11 2.3Demand curve Change inImpact on the demand curve a variable Own PriceMovement along IncomeShift Other pricesShift TastesShift ExpectationsShift No. of buyers Shift

12 2.4Elasticity of demand and revenue implications Own price elasticityOwn price elasticity - the percentage change in quantity demanded that results from one per cent change in own price E a = %  Q a /%  p a –point elasticity (if the price change is very small) –arc elasticity (if the price change is large) Point elasticity E a =  Q a /Q a :  P a /P a =  Q a /  P a P a /Q a Arc elasticity E a =  Q a /Q a :  P a /P a =  Q a P a /  P a Q a

13 2.4Elasticity of demand and revenue implications Demand is If –ElasticE a < -1 –Unitary elasticE a = -1 –Inelastic -1< E a < 0

14 2.4Elasticity of demand and revenue implications Cross price elasticity - the percentage change in quantity demanded for a good, Q a, that results from one per cent change in the price of another good, P b E ab = %  Q a /%  P b complements E ab < 0 substitutes E ab > 0 Two goods are: –Substitutes - when an increase in the price of one good increases the demand for the other good –Complements - when an increase in the price of one good decreases the demand for the other good

15 2.4Elasticity of demand and revenue implications Income elasticity - the percentage change in quantity demanded for a good, Q a, that results from one per cent change in the buyer’s income, I E I = %  Q a /%  A good is: –normal - when, ceteris paribus, an increase in income results in an increase in quantity demanded 0

16 2.4Elasticity of demand and revenue implications Total revenue TR = PQ Average revenue AR = TR/Q=P Marginal revenue MR =  TR/  Q Marginal revenue is the change in revenue resulting from one unit change in quantity demanded

17 2.4Elasticity of demand and revenue implications Price Elasticity and Marginal Revenue Price ($) ElasticUnitary Elastic Inelastic 0 MR Quantity

18 2.5Expected demand Uncertainty - ‘incomplete’ knowledge Non-quantifiable uncertainty - ordinal measures (e.g., more likely than …..) Quantifiable uncertainty or Risk cardinal measures (e.g., 10% chance of.….) Probability distributions Expected Value N E(V) =  V i P i i=1 where V i is the value of the ith outcome P i is the probability of the ith outcome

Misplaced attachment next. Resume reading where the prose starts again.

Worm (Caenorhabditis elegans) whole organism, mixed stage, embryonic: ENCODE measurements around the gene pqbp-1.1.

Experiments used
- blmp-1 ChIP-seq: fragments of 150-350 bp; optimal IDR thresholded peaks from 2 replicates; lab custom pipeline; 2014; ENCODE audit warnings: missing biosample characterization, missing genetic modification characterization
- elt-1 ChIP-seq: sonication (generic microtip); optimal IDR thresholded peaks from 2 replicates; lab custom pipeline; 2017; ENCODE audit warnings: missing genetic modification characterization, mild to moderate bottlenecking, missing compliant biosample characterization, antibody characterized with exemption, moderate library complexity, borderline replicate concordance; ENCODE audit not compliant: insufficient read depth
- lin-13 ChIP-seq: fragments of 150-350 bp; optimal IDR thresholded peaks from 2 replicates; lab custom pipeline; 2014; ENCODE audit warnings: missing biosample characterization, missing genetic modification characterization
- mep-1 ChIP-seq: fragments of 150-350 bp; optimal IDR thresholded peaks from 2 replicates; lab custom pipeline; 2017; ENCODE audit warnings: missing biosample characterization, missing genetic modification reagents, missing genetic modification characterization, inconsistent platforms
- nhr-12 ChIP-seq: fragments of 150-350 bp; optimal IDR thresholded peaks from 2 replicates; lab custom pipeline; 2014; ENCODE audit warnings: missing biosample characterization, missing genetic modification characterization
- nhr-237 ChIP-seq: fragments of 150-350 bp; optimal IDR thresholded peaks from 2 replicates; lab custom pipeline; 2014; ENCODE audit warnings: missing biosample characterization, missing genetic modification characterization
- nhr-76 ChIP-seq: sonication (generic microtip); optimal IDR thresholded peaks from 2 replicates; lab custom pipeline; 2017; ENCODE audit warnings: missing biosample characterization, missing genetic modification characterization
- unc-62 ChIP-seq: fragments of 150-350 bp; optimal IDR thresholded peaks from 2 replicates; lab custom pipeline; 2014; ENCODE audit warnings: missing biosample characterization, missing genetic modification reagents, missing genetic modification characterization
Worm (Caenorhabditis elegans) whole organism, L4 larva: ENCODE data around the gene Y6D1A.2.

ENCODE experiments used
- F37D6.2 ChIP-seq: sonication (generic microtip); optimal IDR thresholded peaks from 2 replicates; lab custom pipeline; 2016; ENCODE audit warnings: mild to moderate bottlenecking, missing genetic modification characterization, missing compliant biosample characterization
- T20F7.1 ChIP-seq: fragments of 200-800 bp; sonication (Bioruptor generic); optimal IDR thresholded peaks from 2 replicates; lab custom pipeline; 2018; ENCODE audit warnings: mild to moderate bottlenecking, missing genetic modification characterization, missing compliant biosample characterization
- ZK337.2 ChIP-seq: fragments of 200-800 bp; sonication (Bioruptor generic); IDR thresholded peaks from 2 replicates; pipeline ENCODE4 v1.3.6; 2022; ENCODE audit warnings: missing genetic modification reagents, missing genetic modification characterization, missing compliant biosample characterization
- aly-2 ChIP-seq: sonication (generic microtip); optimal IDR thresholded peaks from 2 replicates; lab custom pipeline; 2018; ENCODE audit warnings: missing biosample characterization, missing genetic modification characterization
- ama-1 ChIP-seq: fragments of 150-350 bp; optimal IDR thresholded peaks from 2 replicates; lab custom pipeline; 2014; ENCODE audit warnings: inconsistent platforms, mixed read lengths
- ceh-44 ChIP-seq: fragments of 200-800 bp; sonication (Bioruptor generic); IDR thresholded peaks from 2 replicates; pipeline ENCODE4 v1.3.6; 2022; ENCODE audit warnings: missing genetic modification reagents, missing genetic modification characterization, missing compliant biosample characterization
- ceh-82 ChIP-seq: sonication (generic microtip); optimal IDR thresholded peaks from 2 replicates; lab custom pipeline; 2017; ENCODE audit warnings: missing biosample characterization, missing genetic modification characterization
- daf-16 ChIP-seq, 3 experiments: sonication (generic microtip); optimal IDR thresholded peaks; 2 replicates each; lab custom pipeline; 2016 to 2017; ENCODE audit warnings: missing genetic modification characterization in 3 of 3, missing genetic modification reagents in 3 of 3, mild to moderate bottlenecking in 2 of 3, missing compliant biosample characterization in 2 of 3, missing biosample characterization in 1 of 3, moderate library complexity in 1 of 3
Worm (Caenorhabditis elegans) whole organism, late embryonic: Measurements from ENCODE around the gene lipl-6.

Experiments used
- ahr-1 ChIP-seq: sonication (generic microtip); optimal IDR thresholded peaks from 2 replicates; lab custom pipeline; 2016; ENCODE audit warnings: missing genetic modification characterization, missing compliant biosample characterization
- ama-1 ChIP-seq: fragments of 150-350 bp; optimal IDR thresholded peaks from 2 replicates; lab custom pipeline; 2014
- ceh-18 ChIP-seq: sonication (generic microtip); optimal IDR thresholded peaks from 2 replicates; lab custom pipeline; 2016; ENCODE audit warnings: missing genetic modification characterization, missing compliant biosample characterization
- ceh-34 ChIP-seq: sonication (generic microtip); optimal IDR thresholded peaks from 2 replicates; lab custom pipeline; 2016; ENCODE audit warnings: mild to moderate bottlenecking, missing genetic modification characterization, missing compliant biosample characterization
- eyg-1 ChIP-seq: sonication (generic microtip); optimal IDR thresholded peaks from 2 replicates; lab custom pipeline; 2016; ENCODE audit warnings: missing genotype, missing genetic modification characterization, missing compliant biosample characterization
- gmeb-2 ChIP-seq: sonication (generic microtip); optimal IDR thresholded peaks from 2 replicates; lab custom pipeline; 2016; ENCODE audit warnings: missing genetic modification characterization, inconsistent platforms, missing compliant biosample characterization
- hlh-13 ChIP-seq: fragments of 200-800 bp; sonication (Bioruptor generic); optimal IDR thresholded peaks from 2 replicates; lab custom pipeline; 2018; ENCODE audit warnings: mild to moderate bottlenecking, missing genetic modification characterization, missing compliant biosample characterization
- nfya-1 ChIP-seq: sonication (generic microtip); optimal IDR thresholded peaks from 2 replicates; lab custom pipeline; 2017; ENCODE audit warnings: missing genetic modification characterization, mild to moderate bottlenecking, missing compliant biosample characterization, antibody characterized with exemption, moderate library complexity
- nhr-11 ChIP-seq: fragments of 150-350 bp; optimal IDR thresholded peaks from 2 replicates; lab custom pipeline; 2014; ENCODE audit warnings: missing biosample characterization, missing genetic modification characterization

19 2.5Expected demand Variance VAR =  (V i - V(P)) 2 P i i = 1, 2, N Standard Deviation STD = VAR Coefficient of Variation CV = STD/E(V) Used as a measure of risk

20 2.5Expected demand Example: Bell-shaped distribution applied to demand for an item repair services

21 2.5Expected demand Preferences for risk bearing –risk neutrality –risk preference –risk aversion –certainty equivalence –risk premium Consider two gifts with equal E(V) but different coefficients of variation, CV. For example, Gift A - $100 cash Gift B - a lottery ticket offering a chance of winning $200 or nothing

22 2.5Expected demand Risk-neutral person is indifferent between A and B Risk-averse person prefers A to B Risk-loving person prefers B to A Certainty equivalent is a certain activity with E(V) equal to E(V) of some equivalent risky activity (e.g., A is the certainty equivalent of B) Risk premium is the difference between the subjective value of a risky activity and the value of its certainty equivalent (e.g., V(B) - V(A))

23 2.6Further reading Baye (2010): chs. 3-4